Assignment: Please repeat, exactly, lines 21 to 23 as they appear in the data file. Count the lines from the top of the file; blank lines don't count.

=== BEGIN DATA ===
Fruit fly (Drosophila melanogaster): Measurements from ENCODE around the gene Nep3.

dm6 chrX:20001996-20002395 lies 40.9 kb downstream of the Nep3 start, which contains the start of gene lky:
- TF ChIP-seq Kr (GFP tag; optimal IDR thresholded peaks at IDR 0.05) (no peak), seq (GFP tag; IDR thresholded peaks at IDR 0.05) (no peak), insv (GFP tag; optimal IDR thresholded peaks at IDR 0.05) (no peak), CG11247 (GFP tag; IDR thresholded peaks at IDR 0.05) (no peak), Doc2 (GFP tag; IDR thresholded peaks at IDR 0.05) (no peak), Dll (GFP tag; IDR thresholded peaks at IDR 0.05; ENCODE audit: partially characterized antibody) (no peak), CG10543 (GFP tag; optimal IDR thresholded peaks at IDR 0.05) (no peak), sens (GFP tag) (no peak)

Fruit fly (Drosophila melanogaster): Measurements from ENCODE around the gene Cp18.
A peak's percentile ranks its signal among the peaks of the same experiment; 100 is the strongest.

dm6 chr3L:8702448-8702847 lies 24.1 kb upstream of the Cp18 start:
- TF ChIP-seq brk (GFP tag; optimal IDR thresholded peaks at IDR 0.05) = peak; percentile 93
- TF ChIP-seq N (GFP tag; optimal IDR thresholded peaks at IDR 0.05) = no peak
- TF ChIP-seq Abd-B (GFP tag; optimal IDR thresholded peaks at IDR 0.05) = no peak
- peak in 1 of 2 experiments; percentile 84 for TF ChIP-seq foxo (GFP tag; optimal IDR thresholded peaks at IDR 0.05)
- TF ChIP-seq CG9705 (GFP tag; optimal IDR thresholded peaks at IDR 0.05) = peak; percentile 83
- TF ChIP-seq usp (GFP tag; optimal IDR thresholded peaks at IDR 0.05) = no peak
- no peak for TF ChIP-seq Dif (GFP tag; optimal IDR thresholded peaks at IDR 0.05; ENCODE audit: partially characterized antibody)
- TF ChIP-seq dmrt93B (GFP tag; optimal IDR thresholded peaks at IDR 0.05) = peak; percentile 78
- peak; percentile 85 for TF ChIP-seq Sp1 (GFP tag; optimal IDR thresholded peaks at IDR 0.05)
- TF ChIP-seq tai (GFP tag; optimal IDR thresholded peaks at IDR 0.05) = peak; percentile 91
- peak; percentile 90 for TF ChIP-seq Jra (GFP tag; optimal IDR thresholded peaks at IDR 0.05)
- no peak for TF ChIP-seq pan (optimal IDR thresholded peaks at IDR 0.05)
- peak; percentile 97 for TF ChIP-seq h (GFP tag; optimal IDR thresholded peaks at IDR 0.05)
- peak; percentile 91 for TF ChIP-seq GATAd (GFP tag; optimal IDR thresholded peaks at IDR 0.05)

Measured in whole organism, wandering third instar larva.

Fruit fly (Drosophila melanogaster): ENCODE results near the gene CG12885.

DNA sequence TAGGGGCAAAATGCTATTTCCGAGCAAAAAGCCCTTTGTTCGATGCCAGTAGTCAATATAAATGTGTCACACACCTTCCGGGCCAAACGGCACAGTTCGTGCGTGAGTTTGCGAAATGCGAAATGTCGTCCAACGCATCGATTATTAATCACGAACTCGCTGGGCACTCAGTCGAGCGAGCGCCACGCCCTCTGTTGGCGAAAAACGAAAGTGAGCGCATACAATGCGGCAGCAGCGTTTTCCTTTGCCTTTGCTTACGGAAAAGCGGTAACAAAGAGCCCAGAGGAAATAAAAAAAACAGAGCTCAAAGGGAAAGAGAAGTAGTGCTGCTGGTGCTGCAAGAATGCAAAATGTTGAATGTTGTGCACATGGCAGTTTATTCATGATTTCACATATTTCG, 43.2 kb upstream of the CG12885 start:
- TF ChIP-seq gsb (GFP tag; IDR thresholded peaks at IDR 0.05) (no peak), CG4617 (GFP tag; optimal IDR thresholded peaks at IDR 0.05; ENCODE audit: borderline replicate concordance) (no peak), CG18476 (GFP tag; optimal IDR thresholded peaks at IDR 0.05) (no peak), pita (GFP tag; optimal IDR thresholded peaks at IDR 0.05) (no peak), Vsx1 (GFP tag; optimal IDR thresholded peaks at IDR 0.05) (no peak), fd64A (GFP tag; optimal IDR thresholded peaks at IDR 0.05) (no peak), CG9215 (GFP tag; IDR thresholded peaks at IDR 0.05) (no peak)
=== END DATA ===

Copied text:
Measured in whole organism, wandering third instar larva.

Fruit fly (Drosophila melanogaster): ENCODE results near the gene CG12885.

DNA sequence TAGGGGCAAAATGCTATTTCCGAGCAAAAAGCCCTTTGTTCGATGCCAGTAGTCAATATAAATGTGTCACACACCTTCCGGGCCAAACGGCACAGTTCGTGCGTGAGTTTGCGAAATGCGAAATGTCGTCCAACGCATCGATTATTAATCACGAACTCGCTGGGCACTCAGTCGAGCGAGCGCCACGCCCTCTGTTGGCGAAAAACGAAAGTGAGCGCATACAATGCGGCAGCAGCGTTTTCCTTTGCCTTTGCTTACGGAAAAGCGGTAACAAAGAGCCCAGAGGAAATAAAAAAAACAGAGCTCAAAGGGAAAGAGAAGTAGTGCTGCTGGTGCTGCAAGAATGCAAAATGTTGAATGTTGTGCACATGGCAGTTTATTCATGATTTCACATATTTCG, 43.2 kb upstream of the CG12885 start: